Akinwumi Adesina, President of the African Development Bank (AfDB) has tasked the country to tackle debt challenges, saying that debt service costs and poor foreign exchange policies are the major setbacks to the country’s economic growth.
Adesina made this known during the Mid-Term Ministerial Performance Review Retreat, which was held virtually and physically at the Presidential Villa on Monday, October 12.
The AfDB president stressed the need to fix the country’s economic structure, saying, “Nigeria must decisively tackle its debt challenges. The issue is not about the debt to GDP ratio as Nigeria’s Debt to GDP ratio at 35 per cent is actually still moderate.
“The debt service to revenue for Nigeria is at 73 per cent. Things will of course improve as oil prices recover, but the situation has revealed the vulnerability of the Nigerian economy.
“To have an economic resurgence, we need to fix the structure of the economy and address some basic fundamentals. Nigeria’s challenge is revenue concentration.”
Adesina demanded for the removal of structural bottlenecks restricting productivity and revenue-earning potential, adding that “What is needed for sustained growth and economic resurgence is to remove the structural bottlenecks that limit the productivity and revenue earning potentials of the huge non-oil sector.”
The AfDB president further advised the government to boost productivity in the non-oil sector with the right fiscal and macroeconomic policies.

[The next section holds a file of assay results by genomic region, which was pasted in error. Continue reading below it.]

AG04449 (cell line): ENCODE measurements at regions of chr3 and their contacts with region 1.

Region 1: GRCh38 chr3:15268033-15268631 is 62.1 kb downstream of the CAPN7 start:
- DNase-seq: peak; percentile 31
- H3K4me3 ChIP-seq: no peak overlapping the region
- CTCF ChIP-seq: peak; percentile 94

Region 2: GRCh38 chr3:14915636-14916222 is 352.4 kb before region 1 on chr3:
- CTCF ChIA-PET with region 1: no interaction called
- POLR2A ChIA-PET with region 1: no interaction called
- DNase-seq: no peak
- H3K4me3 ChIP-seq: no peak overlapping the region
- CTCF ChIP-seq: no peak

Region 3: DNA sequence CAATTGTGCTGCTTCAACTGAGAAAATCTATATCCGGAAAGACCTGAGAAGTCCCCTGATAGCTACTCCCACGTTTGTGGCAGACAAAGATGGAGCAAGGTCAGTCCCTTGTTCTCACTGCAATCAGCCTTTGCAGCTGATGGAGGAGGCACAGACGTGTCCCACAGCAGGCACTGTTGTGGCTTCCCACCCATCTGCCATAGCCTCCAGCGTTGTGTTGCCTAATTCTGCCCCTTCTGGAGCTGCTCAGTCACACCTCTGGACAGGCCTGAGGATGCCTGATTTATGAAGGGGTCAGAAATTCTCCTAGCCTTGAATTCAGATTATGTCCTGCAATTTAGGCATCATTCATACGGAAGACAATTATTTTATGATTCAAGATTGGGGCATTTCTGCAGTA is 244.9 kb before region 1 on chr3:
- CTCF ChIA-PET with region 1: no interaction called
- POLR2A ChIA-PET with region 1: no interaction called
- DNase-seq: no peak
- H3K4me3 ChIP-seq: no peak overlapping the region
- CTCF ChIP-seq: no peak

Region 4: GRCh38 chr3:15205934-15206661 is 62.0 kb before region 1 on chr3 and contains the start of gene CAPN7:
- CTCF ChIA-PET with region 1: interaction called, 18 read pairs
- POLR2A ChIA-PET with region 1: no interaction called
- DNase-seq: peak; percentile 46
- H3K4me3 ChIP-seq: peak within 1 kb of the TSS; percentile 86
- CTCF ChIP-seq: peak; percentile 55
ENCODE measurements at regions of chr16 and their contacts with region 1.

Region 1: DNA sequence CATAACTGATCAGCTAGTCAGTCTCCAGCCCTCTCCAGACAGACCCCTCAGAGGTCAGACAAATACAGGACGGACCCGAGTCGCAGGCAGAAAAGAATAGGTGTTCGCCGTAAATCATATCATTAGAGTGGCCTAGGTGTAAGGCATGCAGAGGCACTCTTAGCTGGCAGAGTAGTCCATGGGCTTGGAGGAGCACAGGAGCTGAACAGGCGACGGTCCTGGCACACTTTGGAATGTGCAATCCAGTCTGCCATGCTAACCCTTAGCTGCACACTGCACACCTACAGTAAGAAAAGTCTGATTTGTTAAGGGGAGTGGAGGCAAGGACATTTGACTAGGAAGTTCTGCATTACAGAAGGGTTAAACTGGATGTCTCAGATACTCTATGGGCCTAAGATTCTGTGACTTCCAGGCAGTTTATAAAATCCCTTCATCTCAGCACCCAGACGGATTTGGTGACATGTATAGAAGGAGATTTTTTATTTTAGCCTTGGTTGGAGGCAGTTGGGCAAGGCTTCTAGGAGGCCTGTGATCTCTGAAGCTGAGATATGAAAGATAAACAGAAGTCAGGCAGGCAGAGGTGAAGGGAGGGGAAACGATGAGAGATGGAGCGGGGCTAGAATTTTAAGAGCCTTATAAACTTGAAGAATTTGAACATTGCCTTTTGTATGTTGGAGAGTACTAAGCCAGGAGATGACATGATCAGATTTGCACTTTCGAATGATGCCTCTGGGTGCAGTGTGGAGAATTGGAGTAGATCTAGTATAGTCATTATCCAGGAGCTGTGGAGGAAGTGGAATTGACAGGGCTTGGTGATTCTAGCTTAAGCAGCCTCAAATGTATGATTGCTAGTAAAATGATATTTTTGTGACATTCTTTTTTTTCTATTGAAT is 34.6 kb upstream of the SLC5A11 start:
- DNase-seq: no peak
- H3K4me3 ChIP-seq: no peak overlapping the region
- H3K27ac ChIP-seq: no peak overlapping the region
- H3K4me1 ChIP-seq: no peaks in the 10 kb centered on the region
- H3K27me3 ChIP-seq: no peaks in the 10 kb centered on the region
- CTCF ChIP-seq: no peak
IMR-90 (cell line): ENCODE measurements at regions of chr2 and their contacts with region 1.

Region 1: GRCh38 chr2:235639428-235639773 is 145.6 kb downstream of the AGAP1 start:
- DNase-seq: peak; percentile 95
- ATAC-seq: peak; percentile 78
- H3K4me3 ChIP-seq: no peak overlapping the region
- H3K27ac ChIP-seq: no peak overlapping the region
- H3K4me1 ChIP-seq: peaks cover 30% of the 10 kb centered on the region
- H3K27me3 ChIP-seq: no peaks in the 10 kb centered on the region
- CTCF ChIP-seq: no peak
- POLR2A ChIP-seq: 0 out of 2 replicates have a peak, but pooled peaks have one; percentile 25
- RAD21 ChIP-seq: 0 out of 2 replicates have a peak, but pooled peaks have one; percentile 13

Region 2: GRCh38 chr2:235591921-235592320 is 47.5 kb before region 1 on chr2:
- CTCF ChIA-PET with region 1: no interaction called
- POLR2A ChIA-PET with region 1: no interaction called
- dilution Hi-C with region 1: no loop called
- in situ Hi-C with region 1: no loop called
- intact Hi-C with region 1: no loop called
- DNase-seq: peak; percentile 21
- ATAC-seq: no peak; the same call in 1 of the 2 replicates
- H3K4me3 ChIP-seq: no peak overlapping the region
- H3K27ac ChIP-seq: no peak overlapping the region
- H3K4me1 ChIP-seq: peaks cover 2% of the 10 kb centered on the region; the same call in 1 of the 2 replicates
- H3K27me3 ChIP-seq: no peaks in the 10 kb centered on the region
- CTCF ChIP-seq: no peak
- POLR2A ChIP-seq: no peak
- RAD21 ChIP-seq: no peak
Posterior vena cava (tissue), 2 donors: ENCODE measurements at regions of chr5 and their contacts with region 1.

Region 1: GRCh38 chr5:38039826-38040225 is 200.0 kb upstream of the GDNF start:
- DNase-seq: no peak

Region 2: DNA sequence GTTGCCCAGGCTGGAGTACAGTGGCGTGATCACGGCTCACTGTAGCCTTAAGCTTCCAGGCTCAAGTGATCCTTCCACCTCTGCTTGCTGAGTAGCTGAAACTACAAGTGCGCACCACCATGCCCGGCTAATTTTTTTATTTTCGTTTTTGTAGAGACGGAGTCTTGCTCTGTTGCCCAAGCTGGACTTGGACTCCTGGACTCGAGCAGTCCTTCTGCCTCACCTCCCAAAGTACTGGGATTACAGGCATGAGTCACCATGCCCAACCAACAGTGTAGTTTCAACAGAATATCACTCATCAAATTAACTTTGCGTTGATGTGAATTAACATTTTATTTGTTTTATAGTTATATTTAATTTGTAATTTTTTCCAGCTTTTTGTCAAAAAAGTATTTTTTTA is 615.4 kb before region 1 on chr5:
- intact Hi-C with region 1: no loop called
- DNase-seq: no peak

Meanwhile, Techeconomy.ng previously reported that the AfDB disclosed that Nigeria, Egypt, Kenya and South Africa account for about a third of the incubators and accelerators and 80 per cent of investment in Africa.
The Bank made this known in a new report titled ‘Entrepreneurship and Free Trade Volume II – Towards a New Narrative of Building Resilience’ released over the weekend.
This new report, which is a sequel to an earlier report ‘Entrepreneurship and Free Trade: Africa’s Catalysts for a New Era of Economic Prosperity’, examined the state of African entrepreneurship within a global lens, while highlighting developments, and suggesting future directions for entrepreneurship in Africa.
The report revealed further that Nigeria and three other countries dominate the market in terms of the amount of incubators and accelerators alongside the percentage of investments.